THE other day I chanced to speak of grand opera in the presence of some young people, regretting that it seemed about to be crowded off the boards by triumphant and all-conquering jazz. There was an ominous silence; then: —
‘Grand opera! None of it for me!’ And in the eyes of the protester kindled the light of battle. ‘I went to hear some of your grand opera last winter. A great, fat woman came out on the stage, and you should have heard her yodel!’ And forthwith the youth began to stretch his neck and ‘yodel’ in imitation of the lady. When he had finished, the other young people present began to flay alive, ’noint over with honey, and then set on the head of a wasp’s nest (I quote loosely Autolycus’s grim joke) all opera singers, jointly and severally.
So, when the tumult and the shouting had subsided and the young people had departed, I fell to pondering the matter, but found it difficult to persuade myself that in their mature lives the jazz of their youth would, in retrospect, be as precious to them as grand opera is to me and other music lovers of my age.
And yet I know that I am deluded. Those young people will look back upon that, to me, vulgar and offensive trash, and through the alembic of youthful memories distill an essence quite as wonder-working as any that my memory brings forth from the recollection of a certain grand opera season in Covent Garden Theatre, attended when I was about the age of the youth who so unfeelingly belittled this great but dying art.
I had arrived in London footloose and in time for Easter services in Brompton Oratory (that imposing Byzantine structure, Westminster Cathedral, was not yet completed), the Ascot races, and a week of grand opera. The English aristocracy had returned from the Mediterranean in time to burn incense to their sacred trinity — Church, horse racing, and grand opera, and I was to witness all three rites for the first time!
Probably few Americans familiar with Covent Garden Theatre are aware of a narrow side street down which a long line of music lovers forms hours before any great musical event. I think that there is no other collection of human beings quite like it anywhere else in the world. In it you will detect all the important languages of Christendom, see most of the national types, and observe the nice distinctions which set apart the Frenchman from the German, the German from the Englishman, and the Italian from them all. Each, in his own way, is waiting for the theatre doors to open that he (and many a she) may pay his half crown for a balcony seat.
When I joined it on that opening night, the line already stretched a long way back from the door, and gradually it was extended behind me until it passed out of sight round a corner. There was still a good two hours to wait; but here were real music lovers for whom the feast in store quite offset the hardship of standing in the chill London air. Here and there a woman or an old man had brought along a stool, and the many little courtesies that centred about these seats impressed me deeply. A gray-haired woman just ahead of me, frail and scantily clad, offered her stool to a bent old German, who, with an accompaniment of characteristic gutturals, was holding on to the small of his protesting back. With an innate sense of courtesy that was the essence of gentility he accepted the offer, remaining seated for only a few minutes, however. Farther up the line a grizzled Italian, evidently of peasant stock, offered his stool to a fellow countryman of higher social rank. About the offer, and the acceptance, was a fine flavor of courtesy of which we on this side of the water are quite incapable.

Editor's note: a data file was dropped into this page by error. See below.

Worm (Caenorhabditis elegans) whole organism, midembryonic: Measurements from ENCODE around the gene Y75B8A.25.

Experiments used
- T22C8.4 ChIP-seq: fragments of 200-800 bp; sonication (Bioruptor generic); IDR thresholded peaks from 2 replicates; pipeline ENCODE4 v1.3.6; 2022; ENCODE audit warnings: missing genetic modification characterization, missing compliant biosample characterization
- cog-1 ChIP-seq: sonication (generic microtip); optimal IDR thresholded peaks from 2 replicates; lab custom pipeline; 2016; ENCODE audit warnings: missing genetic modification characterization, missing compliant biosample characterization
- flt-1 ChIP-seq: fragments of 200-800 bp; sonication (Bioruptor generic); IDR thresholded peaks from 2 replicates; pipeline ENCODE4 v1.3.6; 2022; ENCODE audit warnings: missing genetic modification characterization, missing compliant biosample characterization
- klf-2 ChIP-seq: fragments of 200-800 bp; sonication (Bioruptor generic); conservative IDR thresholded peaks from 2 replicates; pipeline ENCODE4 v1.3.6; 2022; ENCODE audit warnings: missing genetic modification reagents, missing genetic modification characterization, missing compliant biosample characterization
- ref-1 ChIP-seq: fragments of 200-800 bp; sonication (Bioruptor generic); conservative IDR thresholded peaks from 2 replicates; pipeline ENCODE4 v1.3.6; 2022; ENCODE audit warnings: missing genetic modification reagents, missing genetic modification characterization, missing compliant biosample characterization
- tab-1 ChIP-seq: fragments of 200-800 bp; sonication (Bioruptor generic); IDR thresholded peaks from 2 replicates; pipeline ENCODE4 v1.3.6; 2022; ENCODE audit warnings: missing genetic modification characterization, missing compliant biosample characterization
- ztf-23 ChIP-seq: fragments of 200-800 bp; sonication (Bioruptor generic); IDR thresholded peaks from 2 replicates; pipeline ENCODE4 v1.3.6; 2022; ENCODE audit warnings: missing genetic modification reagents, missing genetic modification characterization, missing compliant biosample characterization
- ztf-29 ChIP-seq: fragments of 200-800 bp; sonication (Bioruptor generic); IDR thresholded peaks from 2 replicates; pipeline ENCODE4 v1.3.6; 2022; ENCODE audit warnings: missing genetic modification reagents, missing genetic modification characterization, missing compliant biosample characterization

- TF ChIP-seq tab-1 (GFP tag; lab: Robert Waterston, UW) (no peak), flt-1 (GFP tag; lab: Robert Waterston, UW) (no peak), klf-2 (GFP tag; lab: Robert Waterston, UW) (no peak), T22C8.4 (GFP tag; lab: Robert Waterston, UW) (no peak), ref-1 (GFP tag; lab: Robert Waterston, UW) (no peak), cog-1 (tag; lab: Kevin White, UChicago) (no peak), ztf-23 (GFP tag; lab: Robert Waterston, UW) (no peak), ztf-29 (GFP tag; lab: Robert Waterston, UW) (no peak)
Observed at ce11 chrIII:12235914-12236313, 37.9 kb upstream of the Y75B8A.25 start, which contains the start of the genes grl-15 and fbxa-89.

Up and down the line conversation ebbed and flowed; but it never broke out into hilarity, and so far as I could hear never became personal or familiar. Men addressed casual remarks to female strangers; women chatted pleasantly with those about them, regardless of sex. Here and there I noticed someone who had brought along a book or a magazine to pass the time, and the contents furnished suitable material for small talk. But to me the fine thing about it all was that on the morrow it would be quite bad form to recognize on the street any chance acquaintance made here.
And then at last the doors opened, and soon, with no jostling or crowding, I found myself seated well forward in the balcony. An all-star cast was to present one of Wagner’s operas. In a box on my right sat a certain duke’s daughter who was making her début. She was reputed (as are all dukes’ daughters) to be nothing less than lovely, and hundreds of opera glasses were leveled at her like the arrested antennæ of overgrown insects. I, alas, had no glasses; but I could distinguish her lustrous gold hair and envied the gay young blade who strolled into her box and leaned nonchalantly upon her chair.
And then the gods of the operatic world appeared — Melba, Plançon, the two De Reszkes, and all the brilliant galaxy of that all-star cast. Ah, the shining armor, the flashing swords, the heroic gestures, the eloquent pleadings, hot denunciations! And flowing through it all like a great river were those voices that, when the spell was broken, made me, like poor Caliban, cry to dream again. Too bad that in later life I read Nietzsche’s uncompromising criticism of Wagner’s art, and quite agreed with the findings of that crystal-clear mind.
I am little concerned about Heaven and the hereafter; but if I should go there I think that I should be satisfied just to sit and live over endlessly the days of my youth. But I should wish my seat to be well away from the golden streets and the blaring trumpets of the Jewish Heaven — far over, in fact, in those green Norse meadows with their trees casting a grateful shade.